In Focus: Netflix
Thanks for checking out In Focus, our weekly dive into a company, companies, or markets that made Wall Street's news cycle. This week we bring Netflix in Focus.
There were a lot of things to shake the markets up last week. China reported its lowest GDP number since 1992. The EU put Amazon in it's crosshairs over antitrust practices. The White House said there could be more tariffs on China, after telling us a week before negotiations were proceeding. There was also Facebook explaining to regulators what their Libra coin is about. Any one of these headlines could have moved the markets significantly for the week, but none of them did.
What Moved The Markets
Netflix reported earnings on Wednesday evening and reported a big miss, and that news influenced the markets for several days.
Netflix reported revenue of $4.92 billion which was in line with analyst estimates. Earnings per share came in at $0.60, $0.04 better than expected.
The number that hurt Netflix was subscriber growth. Netflix and Wall Street were expecting 5 million new subscribers in Q2 2019, the company reported it grew subscribers by 2.7 million, which was way off of estimates. Also, Netflix lost around 130,000 subscribers.
Blip or Trend
The Netflix earnings call at this particular time is scary for Netflix bulls. Two, three, or four years ago this earnings call wouldn't have meant much. There would have been a slight sell off, but smart investors would've swooped in and bought the stock up at whatever they considered to be a bargain price, driving the stock price back up. So what's the difference between several years ago and now? Competition.
Netflix has been able to operate unchecked ever since they pushed Blockbuster out of the paint. Now however, everyone is entering the streaming business. The question blip or trend is the question that investors are attempting to find an answer to. Will Netflix continue to lose subscribers to others streaming services as they become available, or will Netflix plough ahead using its original content to keep current subscribers locked in and new subscribers signing up?
It's Not All Bad
The way investors sold Netflix's stock would lead you to believe that the entire quarter was bad. There were some bright spots during the quarter. Revenue grew by 26%, operating margin was up 250 basis points, and it ended the quarter with 151.5 million paid subscribers, which represents Y/Y growth of 21.9%.
The stock price of Netflix is at an interesting level. At this level the stock price found resistance back in March of 2018, and then found support shortly in August of 2018. Below this level there is a level of support around the $270 price level, and below that the $240 price level. The red line, has been an area of resistance in September 2018, April 2019, and July 2019.
The question is where do the bulls, assuming there are some left, place their buy orders? At the $315 level, the $270 level or the $240 level?
There are going to be a few big losers in the streaming wars, really big losers. My thought is that companies like NBC Universal, Warner Media, and even Disney believe one of two things. One, they think consumers will leave Netflix for their offerings or two they believe consumers will add their streaming service in addition to Netflix.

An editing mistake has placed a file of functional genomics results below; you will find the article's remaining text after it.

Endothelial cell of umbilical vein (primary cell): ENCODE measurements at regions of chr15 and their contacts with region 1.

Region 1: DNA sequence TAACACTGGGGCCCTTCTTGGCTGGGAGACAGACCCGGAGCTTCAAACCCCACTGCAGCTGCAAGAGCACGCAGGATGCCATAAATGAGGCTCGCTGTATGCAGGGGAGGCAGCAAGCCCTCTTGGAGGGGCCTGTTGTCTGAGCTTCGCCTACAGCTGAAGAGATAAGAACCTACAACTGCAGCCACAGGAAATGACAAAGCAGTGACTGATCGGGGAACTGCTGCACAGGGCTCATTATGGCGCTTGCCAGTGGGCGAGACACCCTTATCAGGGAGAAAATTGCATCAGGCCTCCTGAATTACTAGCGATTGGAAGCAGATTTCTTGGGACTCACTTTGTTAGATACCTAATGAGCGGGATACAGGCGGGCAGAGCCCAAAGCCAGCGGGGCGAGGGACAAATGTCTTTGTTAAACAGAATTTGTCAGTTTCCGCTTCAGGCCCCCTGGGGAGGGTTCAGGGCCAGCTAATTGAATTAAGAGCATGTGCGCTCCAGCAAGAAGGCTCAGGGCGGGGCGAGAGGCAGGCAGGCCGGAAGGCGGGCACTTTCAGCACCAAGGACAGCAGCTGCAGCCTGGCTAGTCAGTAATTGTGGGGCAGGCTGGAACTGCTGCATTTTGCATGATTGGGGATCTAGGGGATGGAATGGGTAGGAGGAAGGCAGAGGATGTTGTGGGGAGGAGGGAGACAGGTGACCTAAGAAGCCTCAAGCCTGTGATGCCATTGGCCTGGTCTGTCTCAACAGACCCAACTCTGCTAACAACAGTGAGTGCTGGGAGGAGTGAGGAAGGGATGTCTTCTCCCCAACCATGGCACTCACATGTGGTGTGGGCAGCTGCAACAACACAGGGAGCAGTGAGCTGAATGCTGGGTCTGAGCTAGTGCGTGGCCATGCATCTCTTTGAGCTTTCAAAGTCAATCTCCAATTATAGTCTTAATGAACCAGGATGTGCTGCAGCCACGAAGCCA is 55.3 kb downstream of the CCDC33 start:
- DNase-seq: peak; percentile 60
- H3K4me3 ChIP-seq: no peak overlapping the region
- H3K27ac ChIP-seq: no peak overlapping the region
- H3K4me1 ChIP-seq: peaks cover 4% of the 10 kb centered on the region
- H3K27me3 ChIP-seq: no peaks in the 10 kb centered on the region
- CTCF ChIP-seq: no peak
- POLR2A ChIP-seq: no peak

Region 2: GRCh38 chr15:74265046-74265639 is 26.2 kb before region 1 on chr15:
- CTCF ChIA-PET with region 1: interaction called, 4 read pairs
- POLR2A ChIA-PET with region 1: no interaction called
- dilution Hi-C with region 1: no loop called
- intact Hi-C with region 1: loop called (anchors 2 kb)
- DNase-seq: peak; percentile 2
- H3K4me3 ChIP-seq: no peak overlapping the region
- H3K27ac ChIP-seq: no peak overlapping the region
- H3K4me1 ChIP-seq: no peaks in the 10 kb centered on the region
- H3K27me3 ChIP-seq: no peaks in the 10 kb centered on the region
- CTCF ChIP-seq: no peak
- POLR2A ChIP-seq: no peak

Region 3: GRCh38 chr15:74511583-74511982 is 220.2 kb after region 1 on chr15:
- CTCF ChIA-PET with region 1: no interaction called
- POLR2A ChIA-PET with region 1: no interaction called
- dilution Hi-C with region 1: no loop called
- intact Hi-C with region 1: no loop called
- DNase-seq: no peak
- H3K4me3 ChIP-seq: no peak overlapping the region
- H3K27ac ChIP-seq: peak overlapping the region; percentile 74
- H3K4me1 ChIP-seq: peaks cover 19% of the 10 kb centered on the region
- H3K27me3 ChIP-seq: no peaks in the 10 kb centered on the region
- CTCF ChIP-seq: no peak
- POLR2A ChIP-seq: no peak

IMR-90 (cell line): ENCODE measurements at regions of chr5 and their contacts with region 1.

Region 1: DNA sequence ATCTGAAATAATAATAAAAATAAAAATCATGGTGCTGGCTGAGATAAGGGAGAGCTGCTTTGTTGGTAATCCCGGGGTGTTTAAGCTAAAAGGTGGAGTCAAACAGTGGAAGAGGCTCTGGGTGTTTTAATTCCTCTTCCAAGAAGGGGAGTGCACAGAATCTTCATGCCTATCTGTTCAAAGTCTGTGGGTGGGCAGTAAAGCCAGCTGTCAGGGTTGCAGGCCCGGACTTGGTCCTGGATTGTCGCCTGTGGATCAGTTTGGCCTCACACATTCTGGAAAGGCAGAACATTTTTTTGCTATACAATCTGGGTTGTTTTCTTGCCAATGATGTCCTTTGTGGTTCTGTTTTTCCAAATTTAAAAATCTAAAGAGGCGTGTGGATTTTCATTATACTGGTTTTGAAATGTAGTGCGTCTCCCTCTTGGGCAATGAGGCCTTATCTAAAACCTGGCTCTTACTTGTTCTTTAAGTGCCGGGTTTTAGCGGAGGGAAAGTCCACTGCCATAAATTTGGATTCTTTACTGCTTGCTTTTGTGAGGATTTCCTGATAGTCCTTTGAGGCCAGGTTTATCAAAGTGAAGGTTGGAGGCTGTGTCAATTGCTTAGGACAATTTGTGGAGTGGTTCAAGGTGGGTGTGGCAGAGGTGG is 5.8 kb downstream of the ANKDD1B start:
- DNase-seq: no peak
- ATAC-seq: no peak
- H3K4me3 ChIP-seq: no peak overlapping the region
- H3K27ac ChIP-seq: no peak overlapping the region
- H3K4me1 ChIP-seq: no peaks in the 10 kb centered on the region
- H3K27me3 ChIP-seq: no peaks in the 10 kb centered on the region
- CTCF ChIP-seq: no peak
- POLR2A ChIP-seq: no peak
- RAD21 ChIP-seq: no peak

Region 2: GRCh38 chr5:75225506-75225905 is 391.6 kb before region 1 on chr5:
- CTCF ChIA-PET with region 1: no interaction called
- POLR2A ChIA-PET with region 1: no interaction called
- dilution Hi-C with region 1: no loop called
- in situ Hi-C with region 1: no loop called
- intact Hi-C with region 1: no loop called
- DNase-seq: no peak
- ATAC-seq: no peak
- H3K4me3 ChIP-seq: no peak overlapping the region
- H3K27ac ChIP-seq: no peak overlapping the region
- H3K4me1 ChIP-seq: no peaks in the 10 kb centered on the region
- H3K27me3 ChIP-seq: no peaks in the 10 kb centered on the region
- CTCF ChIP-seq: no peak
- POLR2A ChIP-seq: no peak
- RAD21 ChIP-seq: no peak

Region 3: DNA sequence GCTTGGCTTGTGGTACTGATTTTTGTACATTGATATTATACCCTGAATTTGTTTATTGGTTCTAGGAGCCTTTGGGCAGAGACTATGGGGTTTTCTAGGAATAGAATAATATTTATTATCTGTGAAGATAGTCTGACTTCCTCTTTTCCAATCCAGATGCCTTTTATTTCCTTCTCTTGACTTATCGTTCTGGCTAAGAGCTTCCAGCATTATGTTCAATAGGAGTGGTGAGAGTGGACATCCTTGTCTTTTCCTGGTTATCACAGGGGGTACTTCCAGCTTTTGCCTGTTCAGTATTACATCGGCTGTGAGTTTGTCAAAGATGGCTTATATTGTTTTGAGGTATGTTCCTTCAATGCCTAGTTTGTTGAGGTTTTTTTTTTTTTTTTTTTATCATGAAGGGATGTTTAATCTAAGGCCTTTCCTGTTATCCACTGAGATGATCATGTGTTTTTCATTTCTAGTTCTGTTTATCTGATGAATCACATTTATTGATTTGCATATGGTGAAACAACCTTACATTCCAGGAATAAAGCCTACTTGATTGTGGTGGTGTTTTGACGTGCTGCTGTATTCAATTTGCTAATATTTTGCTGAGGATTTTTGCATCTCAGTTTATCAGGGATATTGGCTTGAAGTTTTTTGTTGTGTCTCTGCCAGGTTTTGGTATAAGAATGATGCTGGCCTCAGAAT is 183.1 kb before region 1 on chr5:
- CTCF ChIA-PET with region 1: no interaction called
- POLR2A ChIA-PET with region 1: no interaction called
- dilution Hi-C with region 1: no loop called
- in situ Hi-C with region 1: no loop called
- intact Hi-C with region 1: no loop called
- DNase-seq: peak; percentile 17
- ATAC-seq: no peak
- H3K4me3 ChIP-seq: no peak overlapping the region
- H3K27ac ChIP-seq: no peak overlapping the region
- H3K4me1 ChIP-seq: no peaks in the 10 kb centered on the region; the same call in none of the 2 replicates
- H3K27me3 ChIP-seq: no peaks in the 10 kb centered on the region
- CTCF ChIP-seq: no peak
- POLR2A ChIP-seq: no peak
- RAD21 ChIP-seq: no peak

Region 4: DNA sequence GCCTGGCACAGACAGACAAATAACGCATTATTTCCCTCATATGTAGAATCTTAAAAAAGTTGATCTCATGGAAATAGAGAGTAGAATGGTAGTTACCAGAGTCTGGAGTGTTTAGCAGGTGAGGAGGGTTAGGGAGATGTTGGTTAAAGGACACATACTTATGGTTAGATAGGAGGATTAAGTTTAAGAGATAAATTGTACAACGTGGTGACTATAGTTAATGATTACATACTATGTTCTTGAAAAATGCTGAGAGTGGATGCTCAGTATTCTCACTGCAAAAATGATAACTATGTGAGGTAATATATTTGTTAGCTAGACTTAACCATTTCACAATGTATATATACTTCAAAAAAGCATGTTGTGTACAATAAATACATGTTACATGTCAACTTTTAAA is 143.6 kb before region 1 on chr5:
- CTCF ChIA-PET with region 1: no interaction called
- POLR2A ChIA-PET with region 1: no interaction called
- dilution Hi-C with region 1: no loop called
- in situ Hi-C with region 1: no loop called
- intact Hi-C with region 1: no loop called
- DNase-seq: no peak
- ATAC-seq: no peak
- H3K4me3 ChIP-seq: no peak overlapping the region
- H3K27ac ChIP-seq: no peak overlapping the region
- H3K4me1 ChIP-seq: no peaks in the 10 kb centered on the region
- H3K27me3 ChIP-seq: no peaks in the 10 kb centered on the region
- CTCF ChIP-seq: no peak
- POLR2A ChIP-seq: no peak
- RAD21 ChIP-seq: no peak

Tackling the first belief, a small number of customers will leave Netflix for other streaming services. "Friends" and "The Office" in addition to what else Netflix had to offer made the service great.
Issue two, if consumers attempt to pay monthly subscription fees for multiple streaming services, they're going to end up with something that looks like their old cable bill. Which I think will lead to some hard decisions, like which service do I watch the most and which service(s) should I cancel? This is when and where we'll start to see companies take losses on their streaming services. Disney's $6.99 price for Disney Plus was extremely smart on the part of the company, it makes it affordable enough to add on to a Hulu or Netflix subscription. Will NBC Universal and Warner Media do the same with their streaming services?
Buy on Blip, Sell on Trend
I'm going to follow Uncle Warren here and be greedy when others are fearful. The closer to $300 the stock price gets the greedier I'll be. As I've written before I believe Netflix wins the streaming wars. I think their spending on new content will pay off, it will bring new subscribers to the platform. They seem to be taking a slow and long-term approach to the India market, something I didn't discuss in this article, but it's an approach I favor. I think this current earnings fallout is a blip in the overall Netflix growth story. Also, at this price level, it's a good place to put a toe into the water.
Did I consider the competition in my buy analysis? Yes, I did. But the competition are old school companies, with old school boards, driven by an old school Wall Street way of thinking. It wouldn't surprise me if Warner Media and/or NBC Universal offers a streaming service for just television content at one price, with an additional charge for access to movie content. It wouldn't surprise me if these new streaming services offer multiple tiers of service, like no advertisements, a regular amount of advertisements, and an advertisement lite version. I see these companies attempting to extract every dollar they can from their subscribers, and not creating a unique viewing experience for their subscribers. But we'll see.
Netflix is a BUY, a speculative scary buy, but a buy.
This is where I leave you with a BUY on Netflix. Thanks again for checking this week's In Focus.
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